And since Africa probably produced more Homo Sapiens after the first wave, we can guess that sheer numbers may have relegated Neanderthals and Neanderthal cross-breeds to a relative small sample of the population.

Are the Neanderthals still with us most probably at least in gene mix. Were the full-bloods less intelligent than Homo Sapiens - well maybe but they were at least different.
Slamshift
5 / 5 (2) Aug 27, 2008
Finally, the Neaderthals get some respect.

EVERYONE knows the CroMags were the Stephen Hawking/Michael C. Fina/Uri Gellers of their day.

That's right. I am going on the record to say that not only did they postulate the theorectical physical existance of spoons, but they also produced them... and then bent 'em.

Damn smart folks, them CroMags.




Wow...I really have been awake too long...
NeilFarbstein
1 / 5 (2) Aug 27, 2008
Since the American indians and every other primitive ethnic group on earth all use blades and not flakes, the hypotheses stated above are probably wrong. Blades weight less and its easier to put some type of handle or holder on them to prevent hand injuries.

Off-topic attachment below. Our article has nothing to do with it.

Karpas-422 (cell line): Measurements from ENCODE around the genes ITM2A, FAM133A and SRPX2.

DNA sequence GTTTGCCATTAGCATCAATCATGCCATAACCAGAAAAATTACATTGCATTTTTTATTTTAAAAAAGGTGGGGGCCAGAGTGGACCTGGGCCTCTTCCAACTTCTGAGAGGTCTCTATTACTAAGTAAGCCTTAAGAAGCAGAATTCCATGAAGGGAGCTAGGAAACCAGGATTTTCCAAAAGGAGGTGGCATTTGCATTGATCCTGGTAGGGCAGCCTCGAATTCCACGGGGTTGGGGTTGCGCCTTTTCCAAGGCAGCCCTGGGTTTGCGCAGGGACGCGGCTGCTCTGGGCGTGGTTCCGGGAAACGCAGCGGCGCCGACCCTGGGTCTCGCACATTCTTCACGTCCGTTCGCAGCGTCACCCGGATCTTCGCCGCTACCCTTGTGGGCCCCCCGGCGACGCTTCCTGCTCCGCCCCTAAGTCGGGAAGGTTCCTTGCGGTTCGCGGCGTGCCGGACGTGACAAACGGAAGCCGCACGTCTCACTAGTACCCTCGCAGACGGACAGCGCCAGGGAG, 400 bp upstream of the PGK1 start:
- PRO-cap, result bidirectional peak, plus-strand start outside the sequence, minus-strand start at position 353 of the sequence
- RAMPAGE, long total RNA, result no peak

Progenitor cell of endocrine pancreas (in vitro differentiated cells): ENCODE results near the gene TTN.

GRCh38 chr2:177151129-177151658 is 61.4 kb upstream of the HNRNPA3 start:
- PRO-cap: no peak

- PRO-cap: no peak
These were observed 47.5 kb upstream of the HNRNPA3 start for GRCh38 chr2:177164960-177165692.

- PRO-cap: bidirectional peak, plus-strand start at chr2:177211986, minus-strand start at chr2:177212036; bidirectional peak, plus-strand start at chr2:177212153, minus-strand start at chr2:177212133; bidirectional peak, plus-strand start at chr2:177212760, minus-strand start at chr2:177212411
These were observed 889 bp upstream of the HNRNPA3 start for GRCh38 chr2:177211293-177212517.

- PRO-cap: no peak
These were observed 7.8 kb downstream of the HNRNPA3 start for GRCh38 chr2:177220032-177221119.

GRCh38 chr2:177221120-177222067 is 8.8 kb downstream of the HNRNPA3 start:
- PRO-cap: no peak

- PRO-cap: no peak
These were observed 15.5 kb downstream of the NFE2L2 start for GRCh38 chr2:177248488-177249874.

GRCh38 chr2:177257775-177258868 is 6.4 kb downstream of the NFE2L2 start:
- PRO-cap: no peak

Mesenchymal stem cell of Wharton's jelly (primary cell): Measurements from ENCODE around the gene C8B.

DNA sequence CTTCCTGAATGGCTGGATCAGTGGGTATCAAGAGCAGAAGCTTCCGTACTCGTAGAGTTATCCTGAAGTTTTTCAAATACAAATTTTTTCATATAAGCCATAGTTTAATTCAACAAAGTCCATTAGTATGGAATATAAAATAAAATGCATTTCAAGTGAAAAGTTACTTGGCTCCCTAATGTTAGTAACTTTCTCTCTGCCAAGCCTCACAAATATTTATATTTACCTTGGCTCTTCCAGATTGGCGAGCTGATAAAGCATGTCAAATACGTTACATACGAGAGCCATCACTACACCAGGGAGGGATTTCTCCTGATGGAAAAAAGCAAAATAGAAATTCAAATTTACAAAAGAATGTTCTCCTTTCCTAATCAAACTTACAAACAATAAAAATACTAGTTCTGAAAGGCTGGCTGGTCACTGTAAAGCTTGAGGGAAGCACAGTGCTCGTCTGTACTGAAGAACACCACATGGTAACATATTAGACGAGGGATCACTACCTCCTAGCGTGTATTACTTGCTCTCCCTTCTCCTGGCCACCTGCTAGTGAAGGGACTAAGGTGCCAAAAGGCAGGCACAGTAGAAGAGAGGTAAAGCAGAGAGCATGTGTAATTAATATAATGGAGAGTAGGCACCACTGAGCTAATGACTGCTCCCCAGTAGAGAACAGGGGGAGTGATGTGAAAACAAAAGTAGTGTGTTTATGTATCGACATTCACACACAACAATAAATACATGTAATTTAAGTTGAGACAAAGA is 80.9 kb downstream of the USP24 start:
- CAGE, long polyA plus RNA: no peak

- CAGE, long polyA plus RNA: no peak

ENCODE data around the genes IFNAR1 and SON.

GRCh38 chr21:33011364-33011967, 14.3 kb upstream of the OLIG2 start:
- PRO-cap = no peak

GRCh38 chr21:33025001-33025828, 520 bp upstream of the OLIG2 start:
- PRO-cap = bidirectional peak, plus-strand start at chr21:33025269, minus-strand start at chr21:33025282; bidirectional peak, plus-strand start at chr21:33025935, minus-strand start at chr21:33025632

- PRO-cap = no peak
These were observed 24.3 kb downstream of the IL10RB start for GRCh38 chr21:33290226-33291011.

Hotscot
5 / 5 (3) Aug 27, 2008
Oh, the Neanderthals are still with us; most are registered with the GOP :-)
RealScience
not rated yet Aug 30, 2008
Anyone who has ever seen the images from the Tantric temples in India will have no doubt that at least some humans would have had sex with Neanderthals.

If hybrids are rare, it probably means that there was a barrier to reproduction. This could be a simple as a chromosomal rearrangement that would make interbreeding impossible.
It could have been something subtler, such as Neanderthals being RH negative, which would would allow interbreeding but would suppress Neanderthal mitochondria because Neanderthal females carrying mixed children would have RH compatibility problems. And one of the main arguments that there was no interbreeding comes from a lack of Neanderthal mitochondria in the present population.
Perhaps this is even why the Basque country,
which is where the Neanderthals are thought to survived longest, has the highest percentage of RH negative people.